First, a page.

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 Guide Editors
 Editor In Chief
    Joel E. Gallant, MD, MPH

Pharmacology Editor
    Paul Pham, PharmD, BCPS

Zambia Guideline Team
   Peter Mwaba MMed PhD FRCP
   Alywn Mwinga MMed
   Isaac Zulu MMed MPH
   Velepie Mtonga MMed
   Albert Mwango MBChB
   Jabbin Mulwanda MMed FCS
 

 

 

Diagnosis>Organ System>
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Bacillary angiomatosis

Ciro R. Martins, M.D. & David Kouba, M.D.
03-03-2008

  • Bartonella spp. widely distributed and should be considered endemic in Zambia.
  • No published reports of bacillary angiomatosis in Zambia; has been rarely reported in neighboring countries.
  • Capacity to make definitive Dx of bacillary angiomatosis in Zambia challenging due to limited Bx, molecular, and microbiology capabilities.
  • If Dx made, management is as recommended below.
Zambia Information Author: Larry William Chang, MD, MPH

PATHOGENS

  • Bartonella spp. are small gram-negative bacilli, formerly called Rochalimea.
  • Bartonella henselae (most BA, also bacillary peliosis, cat scratch disease, relapsing bacteremia and endocarditis).
  • Bartonella quintana (some BA, also bacillary peliosis, urban trench fever, endocarditis, and chronic afebrile bacteremia).
  • Risk factors: immunosuppression; contact with cats; poor living conditions; homelessness; unclear if cat fleas (B. henselae) play a role in transmission of disease. Vector for B. quintana = "body" louse.

CLINICAL

  • Most common with HIV-related immunosuppression (CD4 usually <200), but can also affect transplant recipients, chemotherapy pts, or leukemia pts.
  • Skin commonly involved with brisk, local vascular proliferation; 2 predominant cutaneous variants: superficial and deep.
  • Superficial: erythematous to violaceous, friable cutaneous papules or nodules with or without ulceration, usually <1 cm diameter.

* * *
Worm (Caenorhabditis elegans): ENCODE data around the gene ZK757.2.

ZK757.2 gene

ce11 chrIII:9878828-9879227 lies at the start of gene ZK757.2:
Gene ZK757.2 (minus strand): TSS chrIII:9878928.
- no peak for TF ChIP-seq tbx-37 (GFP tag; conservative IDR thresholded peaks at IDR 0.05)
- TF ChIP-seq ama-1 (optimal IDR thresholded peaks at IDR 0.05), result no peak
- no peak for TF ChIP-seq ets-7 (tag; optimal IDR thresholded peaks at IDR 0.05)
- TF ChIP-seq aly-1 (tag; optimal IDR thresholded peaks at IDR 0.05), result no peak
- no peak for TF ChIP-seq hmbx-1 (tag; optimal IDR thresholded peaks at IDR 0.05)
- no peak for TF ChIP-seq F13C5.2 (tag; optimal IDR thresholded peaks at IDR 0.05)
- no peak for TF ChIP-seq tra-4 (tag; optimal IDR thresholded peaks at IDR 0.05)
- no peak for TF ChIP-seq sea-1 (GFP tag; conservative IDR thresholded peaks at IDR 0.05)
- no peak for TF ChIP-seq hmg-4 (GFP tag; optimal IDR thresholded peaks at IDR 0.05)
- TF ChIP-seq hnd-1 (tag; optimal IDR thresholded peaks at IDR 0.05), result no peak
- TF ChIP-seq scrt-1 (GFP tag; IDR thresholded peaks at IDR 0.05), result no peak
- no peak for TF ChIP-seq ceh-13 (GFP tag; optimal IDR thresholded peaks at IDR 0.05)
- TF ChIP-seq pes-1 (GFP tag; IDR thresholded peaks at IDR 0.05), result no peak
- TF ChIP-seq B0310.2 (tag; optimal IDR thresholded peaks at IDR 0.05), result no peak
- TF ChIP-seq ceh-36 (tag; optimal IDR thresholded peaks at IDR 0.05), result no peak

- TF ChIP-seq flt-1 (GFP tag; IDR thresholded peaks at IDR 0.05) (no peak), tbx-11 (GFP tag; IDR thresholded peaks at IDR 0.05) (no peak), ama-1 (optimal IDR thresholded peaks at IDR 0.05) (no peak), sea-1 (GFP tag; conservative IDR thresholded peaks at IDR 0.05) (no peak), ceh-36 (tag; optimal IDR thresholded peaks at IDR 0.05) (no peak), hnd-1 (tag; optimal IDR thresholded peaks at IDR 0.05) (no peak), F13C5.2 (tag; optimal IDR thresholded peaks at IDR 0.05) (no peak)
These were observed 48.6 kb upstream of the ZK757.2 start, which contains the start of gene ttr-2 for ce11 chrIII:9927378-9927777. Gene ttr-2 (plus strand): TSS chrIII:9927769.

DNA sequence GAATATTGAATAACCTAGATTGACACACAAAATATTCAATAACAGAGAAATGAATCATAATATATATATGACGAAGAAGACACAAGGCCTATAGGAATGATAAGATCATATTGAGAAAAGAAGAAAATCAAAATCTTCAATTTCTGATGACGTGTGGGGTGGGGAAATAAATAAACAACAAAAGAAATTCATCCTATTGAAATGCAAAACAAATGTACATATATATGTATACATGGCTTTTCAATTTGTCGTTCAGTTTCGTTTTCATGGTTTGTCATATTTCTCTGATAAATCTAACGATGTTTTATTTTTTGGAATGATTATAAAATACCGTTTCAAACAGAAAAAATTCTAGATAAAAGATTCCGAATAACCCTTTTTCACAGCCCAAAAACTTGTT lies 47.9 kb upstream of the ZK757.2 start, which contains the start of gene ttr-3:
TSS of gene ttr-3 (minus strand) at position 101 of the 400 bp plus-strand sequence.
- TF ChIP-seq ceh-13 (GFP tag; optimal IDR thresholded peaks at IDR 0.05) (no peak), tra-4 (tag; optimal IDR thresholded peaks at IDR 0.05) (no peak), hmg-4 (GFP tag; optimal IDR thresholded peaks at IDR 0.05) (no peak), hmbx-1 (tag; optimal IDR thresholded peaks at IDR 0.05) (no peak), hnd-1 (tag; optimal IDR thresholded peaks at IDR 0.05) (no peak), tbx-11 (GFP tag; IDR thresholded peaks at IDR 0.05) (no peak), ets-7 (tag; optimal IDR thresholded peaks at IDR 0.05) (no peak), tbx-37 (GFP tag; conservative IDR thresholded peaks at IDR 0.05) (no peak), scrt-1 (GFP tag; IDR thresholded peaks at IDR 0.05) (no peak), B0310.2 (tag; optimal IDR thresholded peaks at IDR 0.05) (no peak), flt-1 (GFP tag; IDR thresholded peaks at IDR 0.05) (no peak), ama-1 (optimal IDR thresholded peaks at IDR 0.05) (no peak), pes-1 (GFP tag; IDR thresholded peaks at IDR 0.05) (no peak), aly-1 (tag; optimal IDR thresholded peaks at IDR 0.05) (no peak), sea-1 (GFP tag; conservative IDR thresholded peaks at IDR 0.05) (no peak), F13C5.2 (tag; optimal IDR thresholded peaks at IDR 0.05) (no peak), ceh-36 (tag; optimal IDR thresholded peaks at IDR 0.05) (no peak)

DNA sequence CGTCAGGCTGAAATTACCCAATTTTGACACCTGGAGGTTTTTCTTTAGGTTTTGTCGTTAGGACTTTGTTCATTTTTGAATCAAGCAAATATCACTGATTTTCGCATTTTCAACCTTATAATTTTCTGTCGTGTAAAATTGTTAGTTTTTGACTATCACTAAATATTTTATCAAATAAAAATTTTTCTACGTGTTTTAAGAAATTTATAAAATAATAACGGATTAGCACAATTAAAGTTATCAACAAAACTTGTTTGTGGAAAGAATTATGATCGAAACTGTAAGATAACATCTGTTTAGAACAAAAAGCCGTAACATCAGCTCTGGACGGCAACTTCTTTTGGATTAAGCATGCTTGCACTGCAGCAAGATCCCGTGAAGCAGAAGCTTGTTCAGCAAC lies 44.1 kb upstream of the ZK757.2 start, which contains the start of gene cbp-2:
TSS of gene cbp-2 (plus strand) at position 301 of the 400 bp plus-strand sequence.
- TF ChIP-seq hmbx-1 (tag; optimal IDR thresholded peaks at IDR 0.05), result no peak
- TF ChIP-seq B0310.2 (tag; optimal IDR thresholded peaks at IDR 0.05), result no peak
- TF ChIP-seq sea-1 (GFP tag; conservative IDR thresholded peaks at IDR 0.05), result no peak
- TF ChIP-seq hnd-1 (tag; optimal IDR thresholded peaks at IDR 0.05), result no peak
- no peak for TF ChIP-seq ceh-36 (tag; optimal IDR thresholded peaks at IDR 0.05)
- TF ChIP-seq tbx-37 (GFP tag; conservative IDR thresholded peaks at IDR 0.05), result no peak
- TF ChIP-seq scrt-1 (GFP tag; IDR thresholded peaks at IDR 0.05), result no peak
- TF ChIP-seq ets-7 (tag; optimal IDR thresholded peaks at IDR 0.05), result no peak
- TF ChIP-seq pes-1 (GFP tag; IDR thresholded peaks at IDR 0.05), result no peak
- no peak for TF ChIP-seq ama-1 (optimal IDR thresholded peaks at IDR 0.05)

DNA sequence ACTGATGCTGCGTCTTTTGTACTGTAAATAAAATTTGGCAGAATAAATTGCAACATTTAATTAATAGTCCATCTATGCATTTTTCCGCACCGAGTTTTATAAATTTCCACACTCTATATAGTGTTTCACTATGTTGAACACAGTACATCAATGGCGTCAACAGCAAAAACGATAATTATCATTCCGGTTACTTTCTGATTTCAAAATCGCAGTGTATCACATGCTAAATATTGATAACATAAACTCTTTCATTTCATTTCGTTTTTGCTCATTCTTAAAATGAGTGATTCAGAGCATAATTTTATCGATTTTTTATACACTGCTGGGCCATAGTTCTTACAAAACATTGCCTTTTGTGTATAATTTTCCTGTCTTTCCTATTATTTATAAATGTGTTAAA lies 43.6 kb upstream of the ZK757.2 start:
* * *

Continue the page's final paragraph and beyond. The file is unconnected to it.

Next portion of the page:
• Deep: large, skin-colored subcutaneous nodules, several cm in diameter that may ulcerate through epidermis.
  • Rarely presents as large cellulitic plaque, which may involve bony structures. Extracutaneous spread to any organ possible.
  • Systemic/hepatic infection (peliosis hepatis): presents with fever, nausea, vomiting, diarrhea, abdominal pain, transaminitis, elevated alk phos; Systemic/splenic infection: presents with pancytopenia.

DIAGNOSIS

  • Clinical DDx: KS, pyogenic granuloma (PG), cherry hemangioma, angiokeratoma, verruga peruana. Histopathologic DDx: KS, PG.
  • Dx: skin Bx with Warthin Starry silver stain; may Cx on chocolate agar; PCR or RFLP analysis possible to distinguish B.henselae and B. quintana.

TREATMENT

Immunocompromised hosts

Drug Comments

DrugRecommendations/Comments
Azithromycin In one placebo-controlled study of cat scratch disease, azithromycin associated with more rapid diminution in size of infected lymph nodes.
Ciprofloxacin In vitro data suggests susceptibility.
Doxycycline Oral doxycycline used in pts who cannot tolerate erythromycin or tetracycline. Severely ill pts should receive IV doxycycline with either gentamicin or rifampin for at least 4 mos.
Erythromycin Drug of choice. Problems include potential for cytochrome p450-related drug interactions with antiretrovirals, GI side effects, and qid dosing.
Gentamicin Severely ill pts should receive IV doxycycline with either gentamicin or rifampin x >4 mos.
Rifampin Severely ill pts should receive IV doxycycline with either gentamicin or rifampin for x >4 mos.
Tetracycline May increase risk of photosensitivity. Even darkly pigmented pts should be counseled regarding appropriate photoprotection.

FOLLOW UP

  • Follow every 2-3 wks, as treatment responses can vary and length of treatment required is substantial.
  • If lesions persist, consider re-Bx for Cx and sensitivity.

OTHER INFORMATION

  • High risk pts (e.g. advanced immunosuppression) should be counseled regarding the risk of transmission from cats.

Pathogen Specific Therapy

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